Monday, July 2, 2012

G is for Elizabeth George

The Crime Fiction Alphabet for 2012 has reached the letter G. I am featuring Elizabeth George for that letter. Visit the post at Mysteries in Paradise to check out other entries for the letter G.

Elizabeth George is a perfect example of what I look for in a mystery author. The books pull me into the narrative and I am not thinking about the style of writing, just enjoying it. The characters are well drawn and complicated. The stories are serious and sometimes dark. I am not usually looking for humor in a mystery. I like mysteries with a serious premise. I like to see growth and change in a character from book to book. (Obviously this applies more to a series). Setting matters to me, although, if you have all the other ingredients, setting is definitely down on the list. In this case, a mystery series set in the U.K.

Her main characters are Detective Inspector Lynley and Detective Sergeant Barbara Havers. Lynley is an aristocrat. Havers is from a working-class background. As the series begins, Havers resents working with the posh Inspector Lynley. Over time, they settle into a friendship, and have respect for each other. There are numerous secondary characters that are well portrayed and also evolve throughout the series. In some cases, for example Simon Allcourt-St James, forensic scientist, and
Deborah St James, his wife, the secondary characters often play nearly as large a part in the story as the detectives.

The Inspector Lynley series is technically in the police procedural sub-genre.  But there is usually so much going on with peripheral characters and subplots that I don't see them this way.  However, the fact that Lynley and Havers can use the resources of New Scotland Yard make the investigations more believable. I don't limit my mystery reading to police procedurals or private detective novels, but I do see them as more grounded in reality, requiring less suspension of belief (in most cases).

The first mystery in the Inspector Lynley series is A Great Deliverance. I don't remember if I read it when it was first published (1988), but I do remember being very impressed with it when I did read it. In addition to the very interesting characters, the plot was intriguing and the ending surprised me. This novel won the Agatha Award and the Anthony Award for "Best First Novel" and was also nominated for the Edgar in the same category.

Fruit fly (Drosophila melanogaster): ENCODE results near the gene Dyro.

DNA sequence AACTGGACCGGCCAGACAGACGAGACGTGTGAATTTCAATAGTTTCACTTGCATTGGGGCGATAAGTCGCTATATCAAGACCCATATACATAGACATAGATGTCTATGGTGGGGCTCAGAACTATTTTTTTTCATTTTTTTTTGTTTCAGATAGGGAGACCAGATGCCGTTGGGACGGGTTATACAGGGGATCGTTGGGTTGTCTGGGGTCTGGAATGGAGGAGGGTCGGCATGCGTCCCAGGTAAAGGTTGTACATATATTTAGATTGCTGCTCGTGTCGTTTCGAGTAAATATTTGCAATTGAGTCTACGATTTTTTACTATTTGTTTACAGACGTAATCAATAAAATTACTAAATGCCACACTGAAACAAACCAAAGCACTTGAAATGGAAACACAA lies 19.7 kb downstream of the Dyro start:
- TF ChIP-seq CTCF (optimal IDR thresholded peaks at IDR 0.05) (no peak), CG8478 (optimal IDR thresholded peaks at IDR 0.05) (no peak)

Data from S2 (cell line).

In this story, Lynley and Havers are paired for the first time and find themselves sent to Keldale Valley in Yorkshire. From the author's web site:
Fat, unlovely Roberta Teys has been found, clad in her best silk dress, seated in the great stone barn beside her father's decapitated corpse. Her first and only words were: "I did it. I'm not sorry." She has refused to speak since. The priest who found young Roberta insists the girl is innocent. The villagers, who have known the girl all of her life, concur. The local police, however, maintain that she's guilty of the brutal slaying of one of the region's most respected citizens.
It surprised me to learn that this was awarded an Agatha. I associate that award with cozies. This book is definitely not a cozy, although the important elements are there: no explicit sex, no gratuitous violence.

I read the latest book in the Inspector Lynley series, Believing the Lie, this January, shortly after it was published. Elizabeth George is one of the few mystery authors who inspire me to buy the hardback edition as soon as it is published. (Two others are Susan Hill and Kate Atkinson. Those I have to wait until the US edition comes out.)

In this story, Lynley is ordered by the Chief of New Scotland Yard to go undercover to investigate a death in Cumbria in the Lake District. He is instructed to keep his mission secret from his immediate superior (who is also his lover), creating a difficult situation.  Havers is also not included, but she ends up helping out in London, and dealing with her own personal issues.